Well, first and foremost I bet this is related to salary. The OC is going to make more money than the QB coach, so keeping the offensive coordinator title would likely keep Stinespring at his current pay rate. There are plenty of schools out there that have a "running game coordinator" and "passing game coordinator." Only one of them calls the plays. The title is completely related to how much they're going to make.
More VT staff intrigue is available for your reading pleasure at the above Gobbler Country link.
SB Nation's Virginia Tech blog, Gobbler Country, warns Hokies fans against jumping too joyfully at the news of Bryan Stinespring's demotion. Mike O'Cain, it turns out, is not a magic bullet:
While I'm sure there is a large segment of Hokie fans who are ecstatic over this news, I think the feeling we should have is cautious optimism. O'Cain doesn't exactly have a track record that is significantly better than Stinespring's.
In 2000, as North Carolina's offensive coordinator, the Tar Heels finished 58th in yards per game, 65th in yards per play and 66th in points per game. In 2004, as Clemson's offensive coordinator, the Tigers were 110th in yards per game, 109th in yards per play and 90th in points per game. His last team as head coach at NC State in 1999 finished 86th in yards per game and 96th in points per game.
Whether or not the offense will actually improve now that O'Cain is calling the plays remains to be seen. What is readily apparent is that the notion that Beamer is even resistant to change in his pursuit of a national title is completely out the window.
Bryan Stinespring Water Boy proponents rejoice, all 11 of you: The reviled Virginia Tech offensive coordinator has been demoted, and replaced in the position by quarterbacks coach Mike O'Cain. Stinespring will remain on staff in a position coach capacity, handling tight ends and offensive tackles. The news comes courtesy of VT beat writer Kyle Tucker's Twitter feed, and seems to have come as something of a surprise. (This isn't to say it's a bad surprise in all corners of Hokie fandom: Stinespring had a large swath of very vocal detractors in Blacksburg.)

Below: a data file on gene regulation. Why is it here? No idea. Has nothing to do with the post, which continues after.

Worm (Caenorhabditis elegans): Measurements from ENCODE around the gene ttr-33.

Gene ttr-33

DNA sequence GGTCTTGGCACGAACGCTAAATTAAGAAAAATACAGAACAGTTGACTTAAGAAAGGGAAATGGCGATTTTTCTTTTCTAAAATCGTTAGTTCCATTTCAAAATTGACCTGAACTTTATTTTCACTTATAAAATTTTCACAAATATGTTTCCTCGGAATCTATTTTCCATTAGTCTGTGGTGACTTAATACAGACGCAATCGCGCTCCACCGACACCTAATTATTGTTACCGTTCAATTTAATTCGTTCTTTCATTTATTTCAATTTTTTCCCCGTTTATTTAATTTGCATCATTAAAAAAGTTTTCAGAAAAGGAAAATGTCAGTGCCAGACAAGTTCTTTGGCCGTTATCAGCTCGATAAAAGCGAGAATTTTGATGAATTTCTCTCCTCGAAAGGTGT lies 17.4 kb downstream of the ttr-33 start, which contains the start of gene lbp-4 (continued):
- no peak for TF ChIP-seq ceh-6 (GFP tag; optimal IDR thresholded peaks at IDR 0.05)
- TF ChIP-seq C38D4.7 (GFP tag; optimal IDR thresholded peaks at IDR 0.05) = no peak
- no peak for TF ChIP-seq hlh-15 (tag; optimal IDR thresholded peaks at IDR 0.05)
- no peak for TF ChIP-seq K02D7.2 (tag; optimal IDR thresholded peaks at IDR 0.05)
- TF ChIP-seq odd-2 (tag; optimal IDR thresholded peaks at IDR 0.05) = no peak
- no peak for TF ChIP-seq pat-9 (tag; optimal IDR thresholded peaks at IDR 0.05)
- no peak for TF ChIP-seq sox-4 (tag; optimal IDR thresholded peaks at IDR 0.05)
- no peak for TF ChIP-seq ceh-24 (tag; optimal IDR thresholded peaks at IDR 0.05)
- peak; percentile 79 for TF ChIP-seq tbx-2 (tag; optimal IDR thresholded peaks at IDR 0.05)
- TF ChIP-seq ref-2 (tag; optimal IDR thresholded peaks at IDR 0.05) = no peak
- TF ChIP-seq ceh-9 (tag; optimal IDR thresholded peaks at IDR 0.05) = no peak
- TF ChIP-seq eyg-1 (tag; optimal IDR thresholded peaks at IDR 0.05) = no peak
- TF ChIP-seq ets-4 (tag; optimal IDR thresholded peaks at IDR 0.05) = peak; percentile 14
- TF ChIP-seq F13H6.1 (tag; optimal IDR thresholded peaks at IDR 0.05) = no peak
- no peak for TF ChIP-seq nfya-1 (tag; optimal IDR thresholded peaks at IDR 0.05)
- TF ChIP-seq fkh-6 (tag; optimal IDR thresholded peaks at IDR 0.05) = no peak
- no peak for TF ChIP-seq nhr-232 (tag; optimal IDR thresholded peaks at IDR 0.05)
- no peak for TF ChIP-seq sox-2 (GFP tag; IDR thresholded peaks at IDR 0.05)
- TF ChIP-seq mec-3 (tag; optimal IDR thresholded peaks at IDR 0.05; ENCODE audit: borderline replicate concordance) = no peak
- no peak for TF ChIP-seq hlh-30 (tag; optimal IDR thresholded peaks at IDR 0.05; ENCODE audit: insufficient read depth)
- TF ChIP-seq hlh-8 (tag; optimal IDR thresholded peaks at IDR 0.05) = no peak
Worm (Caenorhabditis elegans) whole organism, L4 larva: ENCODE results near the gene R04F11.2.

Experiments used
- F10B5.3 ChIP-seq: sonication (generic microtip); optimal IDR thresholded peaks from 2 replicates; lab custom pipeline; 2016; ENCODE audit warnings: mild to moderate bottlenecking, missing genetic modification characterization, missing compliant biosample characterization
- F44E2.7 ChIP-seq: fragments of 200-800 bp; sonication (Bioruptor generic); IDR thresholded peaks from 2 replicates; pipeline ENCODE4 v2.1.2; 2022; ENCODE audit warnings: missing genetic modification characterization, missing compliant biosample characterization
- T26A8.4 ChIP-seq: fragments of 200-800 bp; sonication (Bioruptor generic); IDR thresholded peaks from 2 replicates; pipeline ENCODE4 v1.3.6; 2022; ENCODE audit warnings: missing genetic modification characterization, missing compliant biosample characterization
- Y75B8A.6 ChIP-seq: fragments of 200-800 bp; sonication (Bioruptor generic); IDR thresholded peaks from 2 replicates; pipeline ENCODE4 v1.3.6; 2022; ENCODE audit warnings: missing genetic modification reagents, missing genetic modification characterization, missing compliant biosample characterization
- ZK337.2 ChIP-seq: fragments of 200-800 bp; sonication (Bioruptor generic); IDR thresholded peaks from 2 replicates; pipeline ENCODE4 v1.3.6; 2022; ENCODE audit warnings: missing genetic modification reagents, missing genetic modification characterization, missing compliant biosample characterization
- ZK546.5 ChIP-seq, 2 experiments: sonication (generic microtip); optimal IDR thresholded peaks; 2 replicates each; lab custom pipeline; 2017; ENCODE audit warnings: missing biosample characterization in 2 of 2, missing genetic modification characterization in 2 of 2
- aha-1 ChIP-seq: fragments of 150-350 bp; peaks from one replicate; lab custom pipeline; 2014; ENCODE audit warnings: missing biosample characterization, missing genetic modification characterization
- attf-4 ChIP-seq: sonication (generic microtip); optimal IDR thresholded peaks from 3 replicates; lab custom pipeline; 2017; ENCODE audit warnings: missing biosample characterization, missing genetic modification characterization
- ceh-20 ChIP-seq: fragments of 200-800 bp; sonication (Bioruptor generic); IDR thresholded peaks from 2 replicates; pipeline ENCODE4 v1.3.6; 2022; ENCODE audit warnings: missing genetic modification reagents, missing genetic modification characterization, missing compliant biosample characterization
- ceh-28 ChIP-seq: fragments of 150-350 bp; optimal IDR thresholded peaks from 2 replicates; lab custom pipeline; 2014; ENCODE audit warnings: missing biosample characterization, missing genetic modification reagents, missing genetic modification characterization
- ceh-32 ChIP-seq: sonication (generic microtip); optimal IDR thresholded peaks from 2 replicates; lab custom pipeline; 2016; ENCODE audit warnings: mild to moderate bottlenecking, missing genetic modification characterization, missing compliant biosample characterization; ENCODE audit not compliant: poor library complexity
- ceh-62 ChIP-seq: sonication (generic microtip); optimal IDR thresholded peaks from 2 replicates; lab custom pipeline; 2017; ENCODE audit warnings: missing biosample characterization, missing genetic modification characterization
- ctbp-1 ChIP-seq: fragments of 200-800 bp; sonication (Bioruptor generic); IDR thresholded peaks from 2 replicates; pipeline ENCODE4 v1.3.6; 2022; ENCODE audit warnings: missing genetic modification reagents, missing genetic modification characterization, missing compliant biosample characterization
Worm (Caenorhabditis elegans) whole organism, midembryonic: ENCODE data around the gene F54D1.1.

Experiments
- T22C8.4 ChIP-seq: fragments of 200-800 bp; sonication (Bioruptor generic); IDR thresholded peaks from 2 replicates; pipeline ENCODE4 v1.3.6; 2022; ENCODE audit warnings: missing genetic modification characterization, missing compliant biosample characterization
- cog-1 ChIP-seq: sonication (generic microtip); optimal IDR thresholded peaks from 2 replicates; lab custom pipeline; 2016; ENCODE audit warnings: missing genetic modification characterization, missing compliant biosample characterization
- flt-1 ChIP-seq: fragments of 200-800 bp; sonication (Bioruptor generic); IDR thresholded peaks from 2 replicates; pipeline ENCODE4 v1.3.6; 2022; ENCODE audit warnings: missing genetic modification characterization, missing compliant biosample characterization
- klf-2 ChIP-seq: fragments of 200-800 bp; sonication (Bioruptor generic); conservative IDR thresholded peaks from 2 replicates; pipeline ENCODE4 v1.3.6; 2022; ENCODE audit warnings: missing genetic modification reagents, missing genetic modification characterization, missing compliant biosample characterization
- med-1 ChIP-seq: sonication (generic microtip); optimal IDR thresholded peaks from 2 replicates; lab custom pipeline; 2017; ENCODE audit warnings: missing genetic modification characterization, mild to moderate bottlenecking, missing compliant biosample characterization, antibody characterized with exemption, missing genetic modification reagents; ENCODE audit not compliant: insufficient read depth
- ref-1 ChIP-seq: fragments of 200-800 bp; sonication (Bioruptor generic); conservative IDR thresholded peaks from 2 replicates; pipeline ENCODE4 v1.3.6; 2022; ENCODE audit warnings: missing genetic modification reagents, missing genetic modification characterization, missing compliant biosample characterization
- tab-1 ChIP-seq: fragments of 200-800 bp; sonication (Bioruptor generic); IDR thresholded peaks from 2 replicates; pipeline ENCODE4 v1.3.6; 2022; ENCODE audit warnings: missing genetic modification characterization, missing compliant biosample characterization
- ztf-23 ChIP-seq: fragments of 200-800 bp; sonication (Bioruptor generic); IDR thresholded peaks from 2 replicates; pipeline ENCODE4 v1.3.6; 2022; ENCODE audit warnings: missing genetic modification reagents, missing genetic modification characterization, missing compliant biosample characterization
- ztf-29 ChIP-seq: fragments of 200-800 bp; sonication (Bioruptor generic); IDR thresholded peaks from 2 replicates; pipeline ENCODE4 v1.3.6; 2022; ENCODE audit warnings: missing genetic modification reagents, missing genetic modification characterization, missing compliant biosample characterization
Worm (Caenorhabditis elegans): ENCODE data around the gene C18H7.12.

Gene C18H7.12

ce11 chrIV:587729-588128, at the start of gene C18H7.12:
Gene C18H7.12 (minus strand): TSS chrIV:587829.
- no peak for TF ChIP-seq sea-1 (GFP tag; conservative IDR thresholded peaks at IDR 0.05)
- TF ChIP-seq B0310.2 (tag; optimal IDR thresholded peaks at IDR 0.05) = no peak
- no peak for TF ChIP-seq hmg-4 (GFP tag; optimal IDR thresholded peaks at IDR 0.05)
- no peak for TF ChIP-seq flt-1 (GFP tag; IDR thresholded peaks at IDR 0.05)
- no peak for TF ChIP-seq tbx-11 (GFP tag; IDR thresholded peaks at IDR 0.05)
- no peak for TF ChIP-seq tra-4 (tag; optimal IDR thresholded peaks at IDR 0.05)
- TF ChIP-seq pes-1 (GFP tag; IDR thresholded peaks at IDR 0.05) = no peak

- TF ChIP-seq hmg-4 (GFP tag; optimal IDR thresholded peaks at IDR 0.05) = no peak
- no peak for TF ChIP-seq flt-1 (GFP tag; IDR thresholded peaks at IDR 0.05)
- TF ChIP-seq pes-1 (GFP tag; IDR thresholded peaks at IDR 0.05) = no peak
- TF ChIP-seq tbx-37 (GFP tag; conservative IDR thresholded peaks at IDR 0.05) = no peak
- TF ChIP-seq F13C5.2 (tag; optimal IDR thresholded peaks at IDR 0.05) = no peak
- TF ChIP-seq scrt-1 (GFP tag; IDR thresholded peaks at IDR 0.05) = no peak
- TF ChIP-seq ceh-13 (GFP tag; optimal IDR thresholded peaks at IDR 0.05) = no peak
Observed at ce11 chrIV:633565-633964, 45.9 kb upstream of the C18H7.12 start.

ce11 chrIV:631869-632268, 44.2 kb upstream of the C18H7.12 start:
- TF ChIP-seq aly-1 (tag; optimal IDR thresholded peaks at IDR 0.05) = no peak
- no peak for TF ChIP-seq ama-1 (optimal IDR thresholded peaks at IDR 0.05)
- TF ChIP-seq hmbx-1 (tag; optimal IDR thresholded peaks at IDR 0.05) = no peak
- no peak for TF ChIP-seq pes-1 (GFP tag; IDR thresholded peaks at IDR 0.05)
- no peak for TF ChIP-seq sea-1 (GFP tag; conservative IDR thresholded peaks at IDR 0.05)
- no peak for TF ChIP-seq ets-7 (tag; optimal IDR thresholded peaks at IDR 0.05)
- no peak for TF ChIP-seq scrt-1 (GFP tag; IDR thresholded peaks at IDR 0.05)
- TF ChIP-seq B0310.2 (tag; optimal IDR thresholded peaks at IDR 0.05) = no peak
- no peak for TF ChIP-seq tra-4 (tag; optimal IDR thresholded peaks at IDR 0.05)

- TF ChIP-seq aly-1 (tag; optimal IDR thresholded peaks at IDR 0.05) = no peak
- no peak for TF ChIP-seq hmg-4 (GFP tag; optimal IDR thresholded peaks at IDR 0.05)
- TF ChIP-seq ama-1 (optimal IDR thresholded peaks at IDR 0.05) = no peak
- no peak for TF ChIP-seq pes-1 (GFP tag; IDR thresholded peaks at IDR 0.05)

On paper, the 2010 VT offense wasn't a disaster -- at least not beginning in Week 3, when the Hokies shook off back-to-back losses to Boise State and James Madison to rattle off 11 straight wins and gain a conference championship en route to the Orange Bowl. (Where, you'll recall, they were neatly dispatched by Stanford, 40-12). They ran the ball well in a unit that ranked 23rd nationally, behind the efforts of Darren Evans, Tyrod Taylor, David Wilson, and Ryan Williams, and boasted a passing offense that languished back at No. 72 thanks in large part to Taylor's adept feet. In terms of total offense, the team ranked 41st nationally, fifth in the ACC. Our Virginia Tech community, Gobbler Country, will have more updates on this staff development throughout the day; check back there and with this StoryStream for further news.